Cooper Raiff talks tender tear-jerker ‘Cha Cha Real Smooth’

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Cooper Raiff cries while watching every movie. He cries in them too.

In his debut feature “Shithouse,” Raiff plays Alex, a 19 year old with a Peter Pan Complex. Early in the film during a bout of homesickness, he calls his mom, who gives him a laundry list of medications to take to alleviate his first college cold (Claritin followed by Zyrtec). He hangs up, and the waterworks flow.

Part of the everyday charm of Raiff’s movies are their banal specificity: Something like a Walgreens shopping list is imbued with all the weight of one’s teenage years and everything that once was familiar being abruptly supplanted. Or, in Raiff’s latest winsome Sundance treasure, “Cha Cha Real Smooth,” out this month, a Bar Mitzvah can become an unlikely confluence of people on disparate paths.

“In ‘Cha Cha,’ I wanted to say something about your 20s, where it’s the time where you start your own party,” Raiff said in an interview with The Daily Californian. “Andrew, who’s such a great party starter for other people, is a perfect person to tell that story.” 

The film’s listless 20-something, played by Raiff, is Andrew, a recent college grad and disillusioned “Meat Sticks” employee — he’s thrust into the center of the New Jersey Bar Mitzvah scene, by a combination of happenstance and the requisite party-starter determination.

“It became like this great narrative device, really,” Raiff said of the Bar Mitzvah setting.

Indeed, it’s at a Bar Mitzvah where Andrew meets and begins cultivating a connection with mother-daughter duo, Domino (Dakota Johnson) and Lola (Vanessa Burghardt). Lola is autistic, which affects her relationships with adults and especially with kids her age, and it pervades the life of Domino, too. 

“The movie, ‘Cha Cha,’ first started just with this character, who was a mother of a disabled kid, whose life at an early age was defined by the stages of this kid, and whose life will always be defined by those stages,” Raiff described. 

Raiff, whose sister is disabled, is more equipped than most to give a voice to the mothers of disabled kids on film. 

“The character Domino is kind of based on my mom — Freud would have a lot to say about that,” he laughed.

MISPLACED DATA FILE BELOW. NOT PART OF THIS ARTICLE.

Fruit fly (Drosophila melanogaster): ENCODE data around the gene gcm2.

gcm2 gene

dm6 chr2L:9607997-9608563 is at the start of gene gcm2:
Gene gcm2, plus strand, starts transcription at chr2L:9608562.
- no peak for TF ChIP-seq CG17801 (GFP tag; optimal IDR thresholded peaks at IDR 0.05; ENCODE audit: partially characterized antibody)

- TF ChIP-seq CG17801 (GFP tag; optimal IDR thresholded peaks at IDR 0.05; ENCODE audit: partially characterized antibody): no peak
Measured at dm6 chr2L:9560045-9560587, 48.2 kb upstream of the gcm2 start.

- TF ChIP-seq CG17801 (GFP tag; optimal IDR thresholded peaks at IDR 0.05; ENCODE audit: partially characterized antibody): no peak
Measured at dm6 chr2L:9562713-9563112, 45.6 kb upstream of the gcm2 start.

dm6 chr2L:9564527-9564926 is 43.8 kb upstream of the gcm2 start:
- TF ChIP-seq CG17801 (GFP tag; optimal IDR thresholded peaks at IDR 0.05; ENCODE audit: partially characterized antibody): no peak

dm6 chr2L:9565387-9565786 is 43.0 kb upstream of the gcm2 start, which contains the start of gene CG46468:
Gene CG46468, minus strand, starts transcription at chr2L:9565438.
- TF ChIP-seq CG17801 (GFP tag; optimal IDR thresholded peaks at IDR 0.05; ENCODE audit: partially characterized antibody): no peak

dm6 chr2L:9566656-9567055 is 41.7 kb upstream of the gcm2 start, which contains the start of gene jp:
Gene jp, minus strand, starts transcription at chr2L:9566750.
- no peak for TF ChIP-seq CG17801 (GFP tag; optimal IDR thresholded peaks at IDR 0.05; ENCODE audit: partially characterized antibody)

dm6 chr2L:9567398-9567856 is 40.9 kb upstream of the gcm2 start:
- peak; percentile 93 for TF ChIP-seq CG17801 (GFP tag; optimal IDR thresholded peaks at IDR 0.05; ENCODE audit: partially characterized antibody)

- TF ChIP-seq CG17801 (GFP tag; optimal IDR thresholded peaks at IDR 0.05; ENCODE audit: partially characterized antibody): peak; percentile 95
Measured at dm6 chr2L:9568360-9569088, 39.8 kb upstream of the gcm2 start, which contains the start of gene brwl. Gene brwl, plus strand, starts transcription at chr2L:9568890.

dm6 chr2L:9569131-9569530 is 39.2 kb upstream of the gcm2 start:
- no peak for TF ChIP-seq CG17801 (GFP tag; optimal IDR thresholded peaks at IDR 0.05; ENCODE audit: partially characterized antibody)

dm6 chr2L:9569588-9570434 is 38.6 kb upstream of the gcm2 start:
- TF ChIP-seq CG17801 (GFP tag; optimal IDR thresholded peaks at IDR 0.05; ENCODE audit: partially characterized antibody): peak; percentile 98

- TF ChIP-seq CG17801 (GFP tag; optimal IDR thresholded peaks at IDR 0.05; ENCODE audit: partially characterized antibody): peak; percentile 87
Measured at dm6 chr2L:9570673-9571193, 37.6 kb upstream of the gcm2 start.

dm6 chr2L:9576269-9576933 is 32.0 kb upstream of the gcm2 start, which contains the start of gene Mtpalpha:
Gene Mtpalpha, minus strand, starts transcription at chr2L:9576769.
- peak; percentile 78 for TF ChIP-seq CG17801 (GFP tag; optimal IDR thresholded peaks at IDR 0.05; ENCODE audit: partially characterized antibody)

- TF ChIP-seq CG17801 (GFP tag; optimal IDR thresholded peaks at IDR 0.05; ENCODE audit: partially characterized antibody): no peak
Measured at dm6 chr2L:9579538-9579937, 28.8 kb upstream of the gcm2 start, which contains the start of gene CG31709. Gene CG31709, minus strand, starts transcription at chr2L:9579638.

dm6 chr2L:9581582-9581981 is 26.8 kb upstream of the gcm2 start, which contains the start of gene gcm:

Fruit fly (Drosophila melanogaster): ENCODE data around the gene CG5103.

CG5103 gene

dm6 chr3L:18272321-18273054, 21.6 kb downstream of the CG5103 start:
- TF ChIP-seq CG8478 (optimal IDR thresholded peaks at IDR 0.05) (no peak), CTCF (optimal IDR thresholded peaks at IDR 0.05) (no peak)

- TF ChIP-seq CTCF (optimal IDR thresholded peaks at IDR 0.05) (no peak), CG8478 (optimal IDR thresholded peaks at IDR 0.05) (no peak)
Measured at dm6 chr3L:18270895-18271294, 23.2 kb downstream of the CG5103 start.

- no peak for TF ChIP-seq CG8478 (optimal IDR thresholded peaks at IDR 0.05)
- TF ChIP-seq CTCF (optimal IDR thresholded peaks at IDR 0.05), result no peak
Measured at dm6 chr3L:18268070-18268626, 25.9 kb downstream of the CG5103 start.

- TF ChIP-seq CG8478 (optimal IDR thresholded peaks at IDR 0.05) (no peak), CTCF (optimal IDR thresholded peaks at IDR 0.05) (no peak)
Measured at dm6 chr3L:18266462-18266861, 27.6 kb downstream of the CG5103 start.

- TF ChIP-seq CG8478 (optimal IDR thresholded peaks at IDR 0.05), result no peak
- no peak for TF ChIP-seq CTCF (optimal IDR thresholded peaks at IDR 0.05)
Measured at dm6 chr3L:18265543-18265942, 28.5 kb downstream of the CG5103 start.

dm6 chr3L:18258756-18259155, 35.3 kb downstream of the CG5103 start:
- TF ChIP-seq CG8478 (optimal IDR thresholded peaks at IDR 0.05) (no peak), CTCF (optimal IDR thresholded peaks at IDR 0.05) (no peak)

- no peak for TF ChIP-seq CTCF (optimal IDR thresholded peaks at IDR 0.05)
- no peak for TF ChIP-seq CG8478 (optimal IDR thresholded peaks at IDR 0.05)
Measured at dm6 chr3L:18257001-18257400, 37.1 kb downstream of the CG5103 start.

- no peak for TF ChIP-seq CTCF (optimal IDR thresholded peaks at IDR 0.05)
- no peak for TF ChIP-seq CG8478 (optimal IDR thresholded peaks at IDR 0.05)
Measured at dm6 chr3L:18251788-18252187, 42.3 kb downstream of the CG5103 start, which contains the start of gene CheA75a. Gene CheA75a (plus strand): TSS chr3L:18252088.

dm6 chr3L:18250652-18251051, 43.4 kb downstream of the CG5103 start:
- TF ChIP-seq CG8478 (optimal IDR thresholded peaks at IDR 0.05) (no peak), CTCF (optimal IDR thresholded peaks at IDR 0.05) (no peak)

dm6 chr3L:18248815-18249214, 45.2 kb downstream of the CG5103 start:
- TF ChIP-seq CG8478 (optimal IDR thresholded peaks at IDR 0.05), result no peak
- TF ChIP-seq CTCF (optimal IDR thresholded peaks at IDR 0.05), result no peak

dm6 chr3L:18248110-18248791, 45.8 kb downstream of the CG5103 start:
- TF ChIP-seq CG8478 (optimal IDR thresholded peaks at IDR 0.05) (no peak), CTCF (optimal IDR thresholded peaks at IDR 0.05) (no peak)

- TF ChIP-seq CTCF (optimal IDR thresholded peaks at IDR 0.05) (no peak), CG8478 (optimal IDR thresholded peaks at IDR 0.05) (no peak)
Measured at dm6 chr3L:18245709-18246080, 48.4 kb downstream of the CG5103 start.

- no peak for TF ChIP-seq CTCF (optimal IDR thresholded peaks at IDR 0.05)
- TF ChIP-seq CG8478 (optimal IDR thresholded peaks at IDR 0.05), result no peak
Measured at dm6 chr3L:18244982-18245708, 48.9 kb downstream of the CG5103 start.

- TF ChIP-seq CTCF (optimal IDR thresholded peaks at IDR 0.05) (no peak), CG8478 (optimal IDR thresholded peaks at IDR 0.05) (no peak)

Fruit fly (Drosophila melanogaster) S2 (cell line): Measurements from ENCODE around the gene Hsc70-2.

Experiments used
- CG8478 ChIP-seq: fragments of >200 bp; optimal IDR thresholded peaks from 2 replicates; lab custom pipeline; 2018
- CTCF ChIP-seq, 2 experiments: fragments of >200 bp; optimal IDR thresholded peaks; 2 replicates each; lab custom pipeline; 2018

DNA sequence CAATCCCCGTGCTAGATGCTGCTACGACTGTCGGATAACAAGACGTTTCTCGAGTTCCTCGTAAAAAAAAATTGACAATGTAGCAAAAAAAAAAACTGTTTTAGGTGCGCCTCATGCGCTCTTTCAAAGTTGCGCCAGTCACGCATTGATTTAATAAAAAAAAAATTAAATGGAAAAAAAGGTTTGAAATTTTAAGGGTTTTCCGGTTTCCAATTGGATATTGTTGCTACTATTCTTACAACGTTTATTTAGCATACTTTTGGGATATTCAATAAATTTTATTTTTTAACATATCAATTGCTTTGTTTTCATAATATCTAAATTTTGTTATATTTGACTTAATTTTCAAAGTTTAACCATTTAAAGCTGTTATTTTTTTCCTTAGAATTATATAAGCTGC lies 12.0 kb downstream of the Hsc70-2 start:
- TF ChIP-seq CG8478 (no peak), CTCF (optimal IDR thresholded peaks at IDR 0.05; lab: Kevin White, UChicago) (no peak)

Unlike many of his contemporaries, Raiff doesn’t seem to be allergic to candor when it comes to the degree of autobiography in his work. 

“I think Andrew’s instincts are the same as mine,” he said.

Domino’s source material may be a little more hazy, but her character is functional to both Andrew’s journey of self actualization and to Raiff’s creative attentions in the film, many of which form a consonance with those of “Shithouse.”

“I wanted to kind of explore what your 20s can mean, and what your 30s can mean, and how Domino didn’t have that 20s experience that Andrew is having,” Raiff explained. “There’s this really funny, interesting thing where Andrew feels like he’d be so great as a 30 year old and he would love to have that sort of commitment to tie him down and not have to think about who he is.”

This segmented approach to thinking about life has the potential to seem near-sighted or limited in its understanding of human experiences, many of which transcend adolescence, young adulthood or middle age. Raiff himself — a successful writer-director-actor at 26 — defies much of what society has come to believe about where one should be by their mid-twenties.

He, and his films, also resist the expectations the industry has been vigilant about imposing on filmmakers getting their start in the indie scene. Rather, Raiff is content to abide by his own strictures, a quality that can seem somewhat vintage in the streaming era.

“I know how passionate I am about making things that I can have control over the whole way through,” he admitted. “I really don’t want a lot of outside.”

“Cha Cha Real Smooth” is idiosyncratic in its ability to affect, to cut deep. That’s a quality which is more a function of Raiff’s sentimental personal ethos than any premeditated creative inclination. It is something that can’t help but illuminate his work, which is unabashedly — almost embarrassingly — tender and compassionate. 

Raiff’s films are unique, but not because they are particularly boundary-pushing, or even particularly exemplary. Rather, they give the distinct and not insignificant feeling that this is what more movies could and should look like: real people growing up and falling in love in a way that is detached from narrative or tradition, realism inflected with wit and more than a few tears.

“There’s certain movies that I know I’m gonna love forever at the start of the third act. I start crying and I just don’t stop,” he laughed wryly. “That is so romantic.”

Contact Emma Murphree at [email protected].